Eight haiku. Twenty four total lines. A unique drink coaster printing project. What’s the big deal?
Hundred-year old presses. Tiny pieces of metal type. Questions like, errr, do we have a ligatured ff instead of a regular ff? Did a piece of roman type slip into the italic type drawer? Did we just really run out of lowercase e’s?? And so on.
Here’s Emily’s design for the haiku side of the coaster, with a proof on regular paper placed on top of a coaster so you can see the approximate registration.
I like that the haiku has its own space, and that all the other information, including the title and sequence of the poems, is on the back. It gives the reader the experience of the poem alone.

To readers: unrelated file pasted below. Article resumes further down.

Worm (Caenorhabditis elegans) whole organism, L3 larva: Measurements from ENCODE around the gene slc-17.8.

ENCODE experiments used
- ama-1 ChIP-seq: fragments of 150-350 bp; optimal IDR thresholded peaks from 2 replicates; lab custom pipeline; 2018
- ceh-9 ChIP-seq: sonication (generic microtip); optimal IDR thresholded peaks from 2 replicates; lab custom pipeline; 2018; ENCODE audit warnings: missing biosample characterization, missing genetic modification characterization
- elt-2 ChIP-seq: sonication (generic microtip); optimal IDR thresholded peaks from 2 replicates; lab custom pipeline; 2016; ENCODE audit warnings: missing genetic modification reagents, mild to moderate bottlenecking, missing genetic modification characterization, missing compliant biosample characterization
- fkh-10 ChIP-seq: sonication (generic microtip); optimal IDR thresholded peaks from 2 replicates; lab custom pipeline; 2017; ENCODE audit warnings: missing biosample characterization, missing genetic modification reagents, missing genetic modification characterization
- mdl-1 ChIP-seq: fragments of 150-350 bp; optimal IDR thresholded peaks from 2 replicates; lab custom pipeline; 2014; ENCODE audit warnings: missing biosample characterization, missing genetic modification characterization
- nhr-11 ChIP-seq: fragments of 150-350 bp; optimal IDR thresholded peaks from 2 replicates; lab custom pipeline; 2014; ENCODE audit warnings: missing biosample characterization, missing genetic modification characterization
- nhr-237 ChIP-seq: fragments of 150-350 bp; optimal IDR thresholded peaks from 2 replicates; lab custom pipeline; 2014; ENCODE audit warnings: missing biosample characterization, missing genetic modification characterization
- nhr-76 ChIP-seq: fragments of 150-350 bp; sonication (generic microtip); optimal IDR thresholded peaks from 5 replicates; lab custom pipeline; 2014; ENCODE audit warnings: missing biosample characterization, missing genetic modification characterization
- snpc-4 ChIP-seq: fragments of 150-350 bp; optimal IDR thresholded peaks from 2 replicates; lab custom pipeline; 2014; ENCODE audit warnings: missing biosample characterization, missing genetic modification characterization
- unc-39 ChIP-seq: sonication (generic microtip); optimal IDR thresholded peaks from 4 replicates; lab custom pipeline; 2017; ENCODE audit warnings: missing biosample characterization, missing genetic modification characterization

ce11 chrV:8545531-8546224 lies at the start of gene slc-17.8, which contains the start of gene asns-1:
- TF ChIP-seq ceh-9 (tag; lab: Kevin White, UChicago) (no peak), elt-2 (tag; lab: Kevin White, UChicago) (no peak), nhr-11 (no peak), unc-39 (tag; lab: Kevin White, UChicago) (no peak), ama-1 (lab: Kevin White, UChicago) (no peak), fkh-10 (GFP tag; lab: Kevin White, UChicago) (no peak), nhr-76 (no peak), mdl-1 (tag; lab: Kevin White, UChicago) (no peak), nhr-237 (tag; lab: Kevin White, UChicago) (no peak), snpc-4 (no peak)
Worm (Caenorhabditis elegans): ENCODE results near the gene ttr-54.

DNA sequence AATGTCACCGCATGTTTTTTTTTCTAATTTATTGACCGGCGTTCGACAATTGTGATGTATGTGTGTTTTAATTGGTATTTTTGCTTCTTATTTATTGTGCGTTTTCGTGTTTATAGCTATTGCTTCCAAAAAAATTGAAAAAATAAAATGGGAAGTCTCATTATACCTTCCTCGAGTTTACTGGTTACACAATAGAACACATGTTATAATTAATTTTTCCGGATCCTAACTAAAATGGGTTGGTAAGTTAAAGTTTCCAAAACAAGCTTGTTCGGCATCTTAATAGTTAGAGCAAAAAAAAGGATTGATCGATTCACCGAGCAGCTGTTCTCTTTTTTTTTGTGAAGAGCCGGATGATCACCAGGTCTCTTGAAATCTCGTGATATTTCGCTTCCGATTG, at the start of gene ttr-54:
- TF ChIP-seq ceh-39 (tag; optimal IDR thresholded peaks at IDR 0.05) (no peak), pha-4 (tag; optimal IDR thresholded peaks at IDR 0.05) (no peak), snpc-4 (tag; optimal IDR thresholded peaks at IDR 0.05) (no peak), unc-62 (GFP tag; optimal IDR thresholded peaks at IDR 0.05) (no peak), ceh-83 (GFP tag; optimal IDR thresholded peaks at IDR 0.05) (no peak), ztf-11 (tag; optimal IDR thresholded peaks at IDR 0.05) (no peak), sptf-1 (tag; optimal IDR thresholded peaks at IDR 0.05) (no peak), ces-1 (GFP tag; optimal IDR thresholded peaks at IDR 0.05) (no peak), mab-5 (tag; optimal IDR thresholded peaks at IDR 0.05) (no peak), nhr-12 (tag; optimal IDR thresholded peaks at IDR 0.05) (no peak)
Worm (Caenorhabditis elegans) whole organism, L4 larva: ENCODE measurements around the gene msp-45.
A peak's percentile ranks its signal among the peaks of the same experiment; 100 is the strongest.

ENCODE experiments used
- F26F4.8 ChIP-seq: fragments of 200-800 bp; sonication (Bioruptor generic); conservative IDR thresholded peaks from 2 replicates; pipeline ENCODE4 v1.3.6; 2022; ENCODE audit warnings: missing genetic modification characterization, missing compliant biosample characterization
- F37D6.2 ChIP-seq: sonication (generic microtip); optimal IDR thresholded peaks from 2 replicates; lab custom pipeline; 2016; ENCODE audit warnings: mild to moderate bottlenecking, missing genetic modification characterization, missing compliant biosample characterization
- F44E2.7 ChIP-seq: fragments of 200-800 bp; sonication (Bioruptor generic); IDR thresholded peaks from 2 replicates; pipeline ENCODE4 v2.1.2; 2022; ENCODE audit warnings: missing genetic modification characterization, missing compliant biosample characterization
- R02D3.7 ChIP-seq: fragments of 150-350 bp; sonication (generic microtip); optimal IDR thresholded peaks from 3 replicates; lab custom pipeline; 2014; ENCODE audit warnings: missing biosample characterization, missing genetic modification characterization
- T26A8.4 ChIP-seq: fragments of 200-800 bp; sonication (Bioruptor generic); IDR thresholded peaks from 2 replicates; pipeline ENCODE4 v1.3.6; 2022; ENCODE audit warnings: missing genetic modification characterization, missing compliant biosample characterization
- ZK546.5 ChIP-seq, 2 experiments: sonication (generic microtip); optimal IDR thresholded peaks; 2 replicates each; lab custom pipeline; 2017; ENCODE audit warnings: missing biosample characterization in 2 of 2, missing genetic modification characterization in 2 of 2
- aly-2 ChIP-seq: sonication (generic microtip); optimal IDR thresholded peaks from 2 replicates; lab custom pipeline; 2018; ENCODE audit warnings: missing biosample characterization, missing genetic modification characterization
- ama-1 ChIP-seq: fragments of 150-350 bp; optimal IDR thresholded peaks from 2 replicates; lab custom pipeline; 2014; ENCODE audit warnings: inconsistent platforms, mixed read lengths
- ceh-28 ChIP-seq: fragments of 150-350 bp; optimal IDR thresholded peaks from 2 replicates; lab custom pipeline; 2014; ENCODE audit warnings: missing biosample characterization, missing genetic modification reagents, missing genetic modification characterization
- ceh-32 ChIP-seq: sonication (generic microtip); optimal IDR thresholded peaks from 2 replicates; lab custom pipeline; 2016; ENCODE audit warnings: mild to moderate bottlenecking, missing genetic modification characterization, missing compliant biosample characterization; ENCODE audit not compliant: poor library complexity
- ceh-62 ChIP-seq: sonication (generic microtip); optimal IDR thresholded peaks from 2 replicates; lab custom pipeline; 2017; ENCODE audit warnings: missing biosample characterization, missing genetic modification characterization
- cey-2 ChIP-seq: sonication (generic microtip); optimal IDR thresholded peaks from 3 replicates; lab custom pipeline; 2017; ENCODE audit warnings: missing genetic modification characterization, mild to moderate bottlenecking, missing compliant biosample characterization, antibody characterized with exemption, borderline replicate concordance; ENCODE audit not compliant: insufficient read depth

And here’s a proof of the last poem in the sequence:
I was so enamored with seeing my own work printed in beautiful Garamond that it took me over a dozen views before I noticed the “s” in the first line is a roman “s” and not an italic “s”. Now there’s a whole philosophical movement going back a couple-three generations among some printers that states you should leave some flaws in your work, because after all to err is human, and in some cases perfectly so. But in this case I decided that I’d just stick with fixing it and not get all philosophical.
That will be the reader’s job, upon the second or third drink…
Photos courtesy of St Brigid Press